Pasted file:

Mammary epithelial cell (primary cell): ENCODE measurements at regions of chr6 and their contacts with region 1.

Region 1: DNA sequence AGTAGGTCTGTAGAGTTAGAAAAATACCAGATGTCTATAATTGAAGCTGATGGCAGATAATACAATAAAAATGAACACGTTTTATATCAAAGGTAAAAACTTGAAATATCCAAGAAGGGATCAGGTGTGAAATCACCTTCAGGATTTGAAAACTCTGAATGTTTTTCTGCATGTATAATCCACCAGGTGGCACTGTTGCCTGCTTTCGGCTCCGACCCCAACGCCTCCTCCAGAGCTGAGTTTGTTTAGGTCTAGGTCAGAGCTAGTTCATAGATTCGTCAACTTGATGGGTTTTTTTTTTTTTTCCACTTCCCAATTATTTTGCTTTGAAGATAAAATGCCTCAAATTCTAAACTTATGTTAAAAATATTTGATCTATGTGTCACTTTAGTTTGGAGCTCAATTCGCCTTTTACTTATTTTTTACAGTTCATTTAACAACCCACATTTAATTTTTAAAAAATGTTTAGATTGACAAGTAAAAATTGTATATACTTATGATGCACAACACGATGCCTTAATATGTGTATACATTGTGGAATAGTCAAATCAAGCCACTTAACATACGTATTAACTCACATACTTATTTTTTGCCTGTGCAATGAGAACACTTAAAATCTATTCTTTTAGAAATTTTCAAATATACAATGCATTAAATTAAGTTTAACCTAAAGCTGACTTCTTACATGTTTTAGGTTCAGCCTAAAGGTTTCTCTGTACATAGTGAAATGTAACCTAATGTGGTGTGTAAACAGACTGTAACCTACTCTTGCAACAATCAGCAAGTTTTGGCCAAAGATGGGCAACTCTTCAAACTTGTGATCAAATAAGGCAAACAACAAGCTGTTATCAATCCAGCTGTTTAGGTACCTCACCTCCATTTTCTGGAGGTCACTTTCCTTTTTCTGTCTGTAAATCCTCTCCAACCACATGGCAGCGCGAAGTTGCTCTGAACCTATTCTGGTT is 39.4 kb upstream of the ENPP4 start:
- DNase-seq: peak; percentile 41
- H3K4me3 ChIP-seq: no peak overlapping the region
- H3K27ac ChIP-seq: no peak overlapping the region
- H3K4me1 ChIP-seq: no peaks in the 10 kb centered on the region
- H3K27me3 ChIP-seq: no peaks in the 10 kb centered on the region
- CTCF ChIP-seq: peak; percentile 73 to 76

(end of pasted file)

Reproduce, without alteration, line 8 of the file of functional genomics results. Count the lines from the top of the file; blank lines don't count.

- CTCF ChIP-seq: peak; percentile 73 to 76